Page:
$ cat /proc/asound/pcm 00-00: Intel ICH : Intel 82801DB-ICH4 : playback 1 : capture 1 00-01: Intel ICH - MIC ADC : Intel 82801DB-ICH4 - MIC ADC : capture 1 00-02: Intel ICH - MIC2 ADC : Intel 82801DB-ICH4 - MIC2 ADC : capture 1 00-03: Intel ICH - ADC2 : Intel 82801DB-ICH4 - ADC2 : capture 1 00-04: Intel ICH - IEC958 : Intel 82801DB-ICH4 - IEC958 : playback 1 01-00: Samson C01U : capture 1
$ arecord --list-devices card 0: I82801DBICH4 [Intel 82801DB-ICH4], device 0: Intel ICH [Intel 82801DB-ICH4] Subdevices: 1/1 Subdevice #0: subdevice #0 card 0: I82801DBICH4 [Intel 82801DB-ICH4], device 1: Intel ICH - MIC ADC [Intel 82801DB-ICH4 - MIC ADC] Subdevices: 1/1 Subdevice #0: subdevice #0 card 0: I82801DBICH4 [Intel 82801DB-ICH4], device 2: Intel ICH - MIC2 ADC [Intel 82801DB-ICH4 - MIC2 ADC] Subdevices: 1/1 Subdevice #0: subdevice #0 card 0: I82801DBICH4 [Intel 82801DB-ICH4], device 3: Intel ICH - ADC2 [Intel 82801DB-ICH4 - ADC2] Subdevices: 1/1 Subdevice #0: subdevice #0 card 1: default [Samson C01U ], device 0: USB Audio [USB Audio] Subdevices: 1/1 Subdevice #0: subdevice #0
There is also a couple of new devices in /dev/snd/, depending on the system and devices installed. An example may include:
- PCM interface: /dev/snd/pcmC1D0c (Pulse Code Modulation - Card #1 Device #0 - capture)
- Control interface : /dev/snd/controlC1 (Control Card #1)
To get a detailed list of all PCM's and their configuration, try:
$ arecord --list-pcms
which will output all sound hardware on the system and its configuration. To most of us, its a heap of junk with no dicernible information, but it is good to know about how to get it on screen.
Setting the stage
To set the volume levels and other controls for your USB-mic, and get a nice Ncurses interface to do it in, do:
$ alsamixer -c 1 # if your mic has card number 1 in the "arecord --list-devices" listing.
Be sure to unmute the capture channel, else no sound will be recorded anywhere.
Another mixer that can be used is aumix which is a more elaborate tool than the native Gnome mixer.
For the hardcore people out there, there is always the amixer, which is a text-based tool to set recording levels, muting and unmuting channels and so on. Some help may be found here.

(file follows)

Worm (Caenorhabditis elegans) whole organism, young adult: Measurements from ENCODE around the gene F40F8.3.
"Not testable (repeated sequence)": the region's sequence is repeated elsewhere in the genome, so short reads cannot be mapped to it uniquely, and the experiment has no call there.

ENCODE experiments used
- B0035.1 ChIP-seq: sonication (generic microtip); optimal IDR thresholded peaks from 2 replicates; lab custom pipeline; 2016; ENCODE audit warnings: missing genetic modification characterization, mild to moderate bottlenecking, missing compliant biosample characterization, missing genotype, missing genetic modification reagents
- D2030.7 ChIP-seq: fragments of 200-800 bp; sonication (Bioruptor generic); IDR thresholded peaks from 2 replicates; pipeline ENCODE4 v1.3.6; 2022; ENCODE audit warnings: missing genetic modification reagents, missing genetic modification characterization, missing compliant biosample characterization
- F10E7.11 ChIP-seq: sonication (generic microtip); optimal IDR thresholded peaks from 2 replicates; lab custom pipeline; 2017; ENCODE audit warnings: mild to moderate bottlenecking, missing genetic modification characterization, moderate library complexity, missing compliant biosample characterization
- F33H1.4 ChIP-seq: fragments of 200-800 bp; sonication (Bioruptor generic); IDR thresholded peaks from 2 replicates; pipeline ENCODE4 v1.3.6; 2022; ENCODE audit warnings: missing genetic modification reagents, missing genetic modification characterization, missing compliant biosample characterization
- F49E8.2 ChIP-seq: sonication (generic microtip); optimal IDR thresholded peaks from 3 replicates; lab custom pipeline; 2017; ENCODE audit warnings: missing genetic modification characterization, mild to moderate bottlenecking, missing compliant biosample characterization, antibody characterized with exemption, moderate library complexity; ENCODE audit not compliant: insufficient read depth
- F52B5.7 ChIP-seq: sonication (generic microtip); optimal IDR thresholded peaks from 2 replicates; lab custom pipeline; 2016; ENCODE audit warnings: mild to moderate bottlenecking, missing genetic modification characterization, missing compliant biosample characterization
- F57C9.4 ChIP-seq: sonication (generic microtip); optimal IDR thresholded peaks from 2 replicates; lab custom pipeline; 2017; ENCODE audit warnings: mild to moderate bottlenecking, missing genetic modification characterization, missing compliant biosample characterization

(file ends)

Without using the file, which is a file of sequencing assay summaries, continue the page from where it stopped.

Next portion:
Recording with ALSA
To test the recording capabilities of your USB-mic in Linux, there is a number of neat programs to try. However, since not all programs are especially designed for PlugNPlay with USB-mics, the ALSA development people has included a rather sluggish but usable recording utility that works without any fancy GUI and effect junk that could mess things up. It is called arecord and we have used its versatility above, to display devices and PCMs. It can also be used to record, hence the name.
The syntax for recording is:
arecord -f [format] -D hw:card,device -d [duration]
and if one wishes to record in cd-quality for 20 seconds using the USB microphone detected as Card #1 Device #0 as in the listing above, and save it to test.wav issue the command:
$ arecord -f cd -D hw:1,0 -d 20 test.wav
The result can be played using the aplay utility, also available in ALSA.
$ aplay -f cd test.wav
If it works, then you will be able to use the microphone in any setting, even if you have to dabble a lot to get things working correctly.
Samson C01U USB-microphone
There are apparently some issues with using the Samson C01U USB-microphone under Linux. There are some documents outlining the problem:
See also ...
... this Forum thread for further discussion.